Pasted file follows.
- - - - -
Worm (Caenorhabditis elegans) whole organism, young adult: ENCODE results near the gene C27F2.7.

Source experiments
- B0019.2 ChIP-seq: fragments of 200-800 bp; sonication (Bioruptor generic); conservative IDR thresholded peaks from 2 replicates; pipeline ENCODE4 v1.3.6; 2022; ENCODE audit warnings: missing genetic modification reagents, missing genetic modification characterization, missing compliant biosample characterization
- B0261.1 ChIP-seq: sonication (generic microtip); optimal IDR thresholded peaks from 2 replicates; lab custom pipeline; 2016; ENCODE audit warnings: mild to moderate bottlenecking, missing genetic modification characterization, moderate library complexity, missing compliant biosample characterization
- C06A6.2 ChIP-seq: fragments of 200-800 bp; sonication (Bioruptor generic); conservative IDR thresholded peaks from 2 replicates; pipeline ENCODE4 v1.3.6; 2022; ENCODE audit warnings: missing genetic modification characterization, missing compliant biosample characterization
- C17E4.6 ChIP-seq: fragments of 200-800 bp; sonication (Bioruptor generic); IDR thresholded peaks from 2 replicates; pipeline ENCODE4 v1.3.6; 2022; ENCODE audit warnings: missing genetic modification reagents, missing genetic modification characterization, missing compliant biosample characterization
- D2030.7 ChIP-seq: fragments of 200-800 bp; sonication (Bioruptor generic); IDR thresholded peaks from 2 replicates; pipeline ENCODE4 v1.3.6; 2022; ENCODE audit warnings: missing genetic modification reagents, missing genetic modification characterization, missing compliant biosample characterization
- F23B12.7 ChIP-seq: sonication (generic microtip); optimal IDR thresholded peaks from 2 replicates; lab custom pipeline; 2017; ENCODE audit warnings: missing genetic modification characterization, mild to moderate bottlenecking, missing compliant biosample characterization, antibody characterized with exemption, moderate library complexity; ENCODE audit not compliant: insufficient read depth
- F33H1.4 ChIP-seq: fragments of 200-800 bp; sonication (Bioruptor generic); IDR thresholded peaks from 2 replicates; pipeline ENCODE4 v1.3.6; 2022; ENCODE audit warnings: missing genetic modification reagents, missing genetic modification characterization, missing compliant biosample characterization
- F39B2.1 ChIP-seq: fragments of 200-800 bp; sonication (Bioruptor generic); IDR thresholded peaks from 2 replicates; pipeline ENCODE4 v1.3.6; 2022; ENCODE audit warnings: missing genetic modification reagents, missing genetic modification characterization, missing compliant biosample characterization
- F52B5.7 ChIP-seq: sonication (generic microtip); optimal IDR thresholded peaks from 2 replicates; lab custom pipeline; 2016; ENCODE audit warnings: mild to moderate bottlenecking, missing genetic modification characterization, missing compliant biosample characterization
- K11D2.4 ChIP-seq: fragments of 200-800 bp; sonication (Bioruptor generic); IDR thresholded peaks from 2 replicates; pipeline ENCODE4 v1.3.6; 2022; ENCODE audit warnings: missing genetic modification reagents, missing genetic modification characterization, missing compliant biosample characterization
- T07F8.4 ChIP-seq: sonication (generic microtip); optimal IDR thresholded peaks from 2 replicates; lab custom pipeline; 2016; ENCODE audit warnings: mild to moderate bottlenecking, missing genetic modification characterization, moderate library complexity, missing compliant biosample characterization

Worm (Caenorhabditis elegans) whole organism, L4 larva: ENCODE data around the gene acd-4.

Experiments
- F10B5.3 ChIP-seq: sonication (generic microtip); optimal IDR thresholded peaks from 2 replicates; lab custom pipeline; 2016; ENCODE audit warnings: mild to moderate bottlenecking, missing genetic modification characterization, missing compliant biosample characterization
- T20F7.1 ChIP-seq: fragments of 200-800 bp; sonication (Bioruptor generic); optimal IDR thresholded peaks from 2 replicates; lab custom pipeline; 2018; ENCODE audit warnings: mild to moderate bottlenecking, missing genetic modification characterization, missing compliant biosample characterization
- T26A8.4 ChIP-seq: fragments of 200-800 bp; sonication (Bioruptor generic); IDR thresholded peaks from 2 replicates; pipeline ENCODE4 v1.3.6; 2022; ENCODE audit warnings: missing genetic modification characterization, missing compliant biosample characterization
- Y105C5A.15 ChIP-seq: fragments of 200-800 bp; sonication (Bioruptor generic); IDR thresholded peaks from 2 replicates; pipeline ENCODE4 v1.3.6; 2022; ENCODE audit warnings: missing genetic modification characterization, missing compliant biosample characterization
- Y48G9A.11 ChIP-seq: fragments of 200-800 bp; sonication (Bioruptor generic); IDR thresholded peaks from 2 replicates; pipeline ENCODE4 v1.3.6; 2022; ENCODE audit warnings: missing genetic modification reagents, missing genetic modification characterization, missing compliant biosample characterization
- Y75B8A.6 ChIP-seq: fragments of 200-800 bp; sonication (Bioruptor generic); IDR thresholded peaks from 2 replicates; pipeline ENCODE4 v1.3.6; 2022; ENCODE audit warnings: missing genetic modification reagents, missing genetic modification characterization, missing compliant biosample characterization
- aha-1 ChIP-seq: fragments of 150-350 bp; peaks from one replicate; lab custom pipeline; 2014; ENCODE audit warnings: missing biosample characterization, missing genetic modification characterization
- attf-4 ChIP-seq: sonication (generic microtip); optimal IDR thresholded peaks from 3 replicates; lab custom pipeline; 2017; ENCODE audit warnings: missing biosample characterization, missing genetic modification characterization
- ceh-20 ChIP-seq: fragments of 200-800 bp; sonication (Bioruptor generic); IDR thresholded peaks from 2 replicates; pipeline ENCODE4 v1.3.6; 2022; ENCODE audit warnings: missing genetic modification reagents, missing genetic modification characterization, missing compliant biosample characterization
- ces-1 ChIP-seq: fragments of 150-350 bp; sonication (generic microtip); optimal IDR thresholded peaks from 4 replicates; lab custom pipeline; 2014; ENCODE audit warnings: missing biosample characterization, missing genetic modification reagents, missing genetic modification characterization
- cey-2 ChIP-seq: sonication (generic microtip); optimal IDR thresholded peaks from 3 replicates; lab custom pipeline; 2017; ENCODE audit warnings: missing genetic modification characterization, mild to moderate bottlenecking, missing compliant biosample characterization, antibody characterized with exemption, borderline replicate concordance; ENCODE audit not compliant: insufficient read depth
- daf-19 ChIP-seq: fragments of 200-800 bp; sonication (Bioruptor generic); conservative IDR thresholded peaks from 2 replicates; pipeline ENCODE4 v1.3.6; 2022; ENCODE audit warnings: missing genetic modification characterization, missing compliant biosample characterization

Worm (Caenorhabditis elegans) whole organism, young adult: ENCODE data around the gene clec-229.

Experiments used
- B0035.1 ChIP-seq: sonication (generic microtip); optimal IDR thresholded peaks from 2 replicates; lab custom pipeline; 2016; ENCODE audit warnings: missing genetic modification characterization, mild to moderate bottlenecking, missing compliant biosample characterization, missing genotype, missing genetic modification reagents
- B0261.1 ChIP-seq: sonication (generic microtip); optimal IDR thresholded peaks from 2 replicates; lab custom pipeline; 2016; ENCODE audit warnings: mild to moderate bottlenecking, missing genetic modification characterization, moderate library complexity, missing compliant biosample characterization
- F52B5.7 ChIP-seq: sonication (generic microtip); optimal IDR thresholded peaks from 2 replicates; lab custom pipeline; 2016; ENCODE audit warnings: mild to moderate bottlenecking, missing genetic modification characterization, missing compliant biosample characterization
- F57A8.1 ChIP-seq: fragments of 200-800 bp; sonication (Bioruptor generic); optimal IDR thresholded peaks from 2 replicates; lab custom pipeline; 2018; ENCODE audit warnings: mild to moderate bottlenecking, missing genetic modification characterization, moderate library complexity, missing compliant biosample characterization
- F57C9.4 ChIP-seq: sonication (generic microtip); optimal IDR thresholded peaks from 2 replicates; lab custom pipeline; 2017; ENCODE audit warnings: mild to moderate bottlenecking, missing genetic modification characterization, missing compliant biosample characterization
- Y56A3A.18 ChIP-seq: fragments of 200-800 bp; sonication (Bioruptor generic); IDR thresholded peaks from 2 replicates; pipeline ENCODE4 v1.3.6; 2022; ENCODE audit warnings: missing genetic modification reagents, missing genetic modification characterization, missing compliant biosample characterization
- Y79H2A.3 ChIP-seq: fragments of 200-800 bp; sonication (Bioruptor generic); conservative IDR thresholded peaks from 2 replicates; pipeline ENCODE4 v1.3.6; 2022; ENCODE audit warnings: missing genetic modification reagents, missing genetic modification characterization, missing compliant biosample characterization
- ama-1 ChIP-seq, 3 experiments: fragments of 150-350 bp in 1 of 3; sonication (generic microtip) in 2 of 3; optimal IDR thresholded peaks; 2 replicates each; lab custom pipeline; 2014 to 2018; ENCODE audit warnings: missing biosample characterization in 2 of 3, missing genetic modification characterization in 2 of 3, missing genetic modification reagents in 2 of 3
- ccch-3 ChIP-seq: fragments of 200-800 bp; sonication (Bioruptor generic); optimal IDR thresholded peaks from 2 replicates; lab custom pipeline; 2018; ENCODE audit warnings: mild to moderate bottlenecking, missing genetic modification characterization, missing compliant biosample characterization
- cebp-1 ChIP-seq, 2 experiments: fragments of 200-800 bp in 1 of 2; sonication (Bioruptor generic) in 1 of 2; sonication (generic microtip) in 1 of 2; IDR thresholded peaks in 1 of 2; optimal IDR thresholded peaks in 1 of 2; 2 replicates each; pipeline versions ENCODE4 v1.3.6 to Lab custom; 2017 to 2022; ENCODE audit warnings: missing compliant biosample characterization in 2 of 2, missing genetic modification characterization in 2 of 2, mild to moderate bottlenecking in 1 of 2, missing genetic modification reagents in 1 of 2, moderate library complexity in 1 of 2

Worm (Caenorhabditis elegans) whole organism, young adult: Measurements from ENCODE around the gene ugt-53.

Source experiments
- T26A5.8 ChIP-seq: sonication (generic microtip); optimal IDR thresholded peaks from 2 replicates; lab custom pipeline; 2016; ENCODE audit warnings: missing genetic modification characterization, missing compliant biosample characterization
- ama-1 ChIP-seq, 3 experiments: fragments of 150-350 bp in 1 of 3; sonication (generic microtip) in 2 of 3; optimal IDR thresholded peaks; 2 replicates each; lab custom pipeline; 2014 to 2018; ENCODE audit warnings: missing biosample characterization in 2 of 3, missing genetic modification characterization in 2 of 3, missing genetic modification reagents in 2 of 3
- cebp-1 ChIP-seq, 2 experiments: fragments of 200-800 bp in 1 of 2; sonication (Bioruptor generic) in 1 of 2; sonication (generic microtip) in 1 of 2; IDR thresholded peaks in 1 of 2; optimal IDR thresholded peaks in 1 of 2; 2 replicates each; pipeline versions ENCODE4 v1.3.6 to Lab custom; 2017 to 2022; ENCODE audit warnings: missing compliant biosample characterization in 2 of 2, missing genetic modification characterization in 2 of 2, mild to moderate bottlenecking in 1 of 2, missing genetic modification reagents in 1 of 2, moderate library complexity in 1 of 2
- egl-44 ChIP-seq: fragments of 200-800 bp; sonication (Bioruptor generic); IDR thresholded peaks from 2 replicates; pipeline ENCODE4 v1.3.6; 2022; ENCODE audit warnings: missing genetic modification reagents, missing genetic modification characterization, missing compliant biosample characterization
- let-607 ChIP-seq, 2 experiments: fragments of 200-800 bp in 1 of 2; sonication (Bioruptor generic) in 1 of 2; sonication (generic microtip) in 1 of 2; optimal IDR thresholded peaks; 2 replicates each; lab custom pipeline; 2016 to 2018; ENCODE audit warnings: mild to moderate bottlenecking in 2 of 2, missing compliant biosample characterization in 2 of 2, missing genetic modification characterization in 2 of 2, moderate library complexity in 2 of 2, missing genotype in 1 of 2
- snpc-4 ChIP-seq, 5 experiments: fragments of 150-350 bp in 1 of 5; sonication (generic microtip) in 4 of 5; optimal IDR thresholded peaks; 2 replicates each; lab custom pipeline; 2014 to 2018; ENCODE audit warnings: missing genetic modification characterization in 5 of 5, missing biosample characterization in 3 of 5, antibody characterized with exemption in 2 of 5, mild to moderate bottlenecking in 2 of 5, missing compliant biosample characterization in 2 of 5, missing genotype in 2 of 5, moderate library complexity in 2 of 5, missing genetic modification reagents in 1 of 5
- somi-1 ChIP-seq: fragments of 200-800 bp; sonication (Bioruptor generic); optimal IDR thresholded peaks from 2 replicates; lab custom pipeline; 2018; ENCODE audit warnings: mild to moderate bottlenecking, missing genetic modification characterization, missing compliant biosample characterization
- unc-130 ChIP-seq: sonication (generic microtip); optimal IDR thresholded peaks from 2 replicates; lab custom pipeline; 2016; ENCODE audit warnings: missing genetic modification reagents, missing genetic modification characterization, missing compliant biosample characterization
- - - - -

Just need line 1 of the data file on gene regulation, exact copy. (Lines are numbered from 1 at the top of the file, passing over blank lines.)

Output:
Worm (Caenorhabditis elegans) whole organism, young adult: ENCODE results near the gene C27F2.7.